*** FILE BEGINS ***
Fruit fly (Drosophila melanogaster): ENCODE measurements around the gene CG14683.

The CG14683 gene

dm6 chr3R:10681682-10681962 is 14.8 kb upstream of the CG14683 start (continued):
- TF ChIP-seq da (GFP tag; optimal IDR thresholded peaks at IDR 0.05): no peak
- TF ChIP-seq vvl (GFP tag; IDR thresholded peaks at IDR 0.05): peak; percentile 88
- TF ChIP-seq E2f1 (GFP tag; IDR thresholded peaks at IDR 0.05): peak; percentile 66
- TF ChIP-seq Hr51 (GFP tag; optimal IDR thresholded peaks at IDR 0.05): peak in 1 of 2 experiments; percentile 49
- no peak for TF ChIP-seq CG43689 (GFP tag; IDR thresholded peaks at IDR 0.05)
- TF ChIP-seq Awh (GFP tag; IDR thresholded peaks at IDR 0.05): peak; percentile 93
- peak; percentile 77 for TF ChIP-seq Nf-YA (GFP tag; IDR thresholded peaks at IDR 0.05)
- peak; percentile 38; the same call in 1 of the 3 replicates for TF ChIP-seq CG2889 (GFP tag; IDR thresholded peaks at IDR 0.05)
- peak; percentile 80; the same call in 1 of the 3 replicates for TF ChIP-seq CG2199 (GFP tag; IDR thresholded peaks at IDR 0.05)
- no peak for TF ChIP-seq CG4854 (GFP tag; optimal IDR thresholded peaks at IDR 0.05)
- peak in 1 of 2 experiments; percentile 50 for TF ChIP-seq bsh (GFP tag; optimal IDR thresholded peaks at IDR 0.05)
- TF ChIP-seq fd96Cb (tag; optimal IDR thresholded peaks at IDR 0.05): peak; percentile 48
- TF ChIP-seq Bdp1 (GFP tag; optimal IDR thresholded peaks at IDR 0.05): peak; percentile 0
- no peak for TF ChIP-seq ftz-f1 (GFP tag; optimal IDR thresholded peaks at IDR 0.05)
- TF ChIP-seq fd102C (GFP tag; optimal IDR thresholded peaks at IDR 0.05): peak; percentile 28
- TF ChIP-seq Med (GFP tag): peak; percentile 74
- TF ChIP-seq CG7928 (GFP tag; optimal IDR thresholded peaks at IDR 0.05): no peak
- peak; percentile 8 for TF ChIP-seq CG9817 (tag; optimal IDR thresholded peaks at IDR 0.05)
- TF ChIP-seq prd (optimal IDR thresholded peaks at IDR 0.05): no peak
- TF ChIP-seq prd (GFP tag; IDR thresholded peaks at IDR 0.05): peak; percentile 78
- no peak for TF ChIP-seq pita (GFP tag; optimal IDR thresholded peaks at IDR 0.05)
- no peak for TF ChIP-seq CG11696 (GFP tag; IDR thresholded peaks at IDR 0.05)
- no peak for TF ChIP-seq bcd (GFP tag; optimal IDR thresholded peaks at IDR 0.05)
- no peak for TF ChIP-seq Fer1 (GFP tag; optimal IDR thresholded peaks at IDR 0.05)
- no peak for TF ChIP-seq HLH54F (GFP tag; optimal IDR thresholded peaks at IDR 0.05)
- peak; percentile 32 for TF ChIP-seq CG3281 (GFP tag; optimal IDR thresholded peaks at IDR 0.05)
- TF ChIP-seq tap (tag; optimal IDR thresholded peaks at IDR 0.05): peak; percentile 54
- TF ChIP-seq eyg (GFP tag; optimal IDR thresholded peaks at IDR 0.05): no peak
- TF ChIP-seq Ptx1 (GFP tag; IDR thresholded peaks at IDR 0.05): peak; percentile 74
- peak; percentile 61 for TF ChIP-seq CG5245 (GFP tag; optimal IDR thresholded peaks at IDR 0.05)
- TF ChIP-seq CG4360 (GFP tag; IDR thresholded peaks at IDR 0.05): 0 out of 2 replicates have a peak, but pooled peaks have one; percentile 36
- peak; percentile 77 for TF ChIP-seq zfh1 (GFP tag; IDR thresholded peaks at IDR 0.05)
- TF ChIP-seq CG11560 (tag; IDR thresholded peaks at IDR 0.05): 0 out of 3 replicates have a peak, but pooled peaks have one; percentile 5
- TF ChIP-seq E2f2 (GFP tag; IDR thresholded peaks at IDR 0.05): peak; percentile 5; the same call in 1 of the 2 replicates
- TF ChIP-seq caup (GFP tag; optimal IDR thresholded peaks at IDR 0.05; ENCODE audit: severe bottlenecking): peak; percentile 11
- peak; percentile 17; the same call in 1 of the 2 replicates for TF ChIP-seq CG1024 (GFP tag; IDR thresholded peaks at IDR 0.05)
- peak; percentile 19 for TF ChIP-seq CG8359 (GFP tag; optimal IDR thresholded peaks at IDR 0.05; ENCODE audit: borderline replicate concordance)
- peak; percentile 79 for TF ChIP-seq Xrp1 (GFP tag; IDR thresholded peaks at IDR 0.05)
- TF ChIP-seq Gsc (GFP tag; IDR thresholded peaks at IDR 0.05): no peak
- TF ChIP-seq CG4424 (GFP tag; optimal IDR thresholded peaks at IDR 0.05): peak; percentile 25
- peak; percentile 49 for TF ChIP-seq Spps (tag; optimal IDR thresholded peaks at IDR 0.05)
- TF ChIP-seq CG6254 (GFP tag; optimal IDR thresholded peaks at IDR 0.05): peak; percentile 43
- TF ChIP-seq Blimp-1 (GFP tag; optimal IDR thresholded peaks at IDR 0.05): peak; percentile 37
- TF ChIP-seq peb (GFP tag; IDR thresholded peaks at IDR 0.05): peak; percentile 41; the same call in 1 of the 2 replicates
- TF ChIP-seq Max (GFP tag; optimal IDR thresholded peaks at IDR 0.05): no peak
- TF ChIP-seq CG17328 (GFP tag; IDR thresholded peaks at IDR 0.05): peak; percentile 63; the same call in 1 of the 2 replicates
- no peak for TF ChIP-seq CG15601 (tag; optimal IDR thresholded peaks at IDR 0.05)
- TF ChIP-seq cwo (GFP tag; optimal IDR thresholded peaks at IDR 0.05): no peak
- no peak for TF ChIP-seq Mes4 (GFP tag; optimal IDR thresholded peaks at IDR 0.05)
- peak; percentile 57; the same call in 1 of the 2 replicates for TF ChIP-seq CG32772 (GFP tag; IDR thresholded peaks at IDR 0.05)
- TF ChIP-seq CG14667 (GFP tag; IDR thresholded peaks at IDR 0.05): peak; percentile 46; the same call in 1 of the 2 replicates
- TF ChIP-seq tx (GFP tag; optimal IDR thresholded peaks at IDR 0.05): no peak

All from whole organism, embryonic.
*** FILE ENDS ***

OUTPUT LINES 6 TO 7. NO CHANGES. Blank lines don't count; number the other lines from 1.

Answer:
- TF ChIP-seq E2f1 (GFP tag; IDR thresholded peaks at IDR 0.05): peak; percentile 66
- TF ChIP-seq Hr51 (GFP tag; optimal IDR thresholded peaks at IDR 0.05): peak in 1 of 2 experiments; percentile 49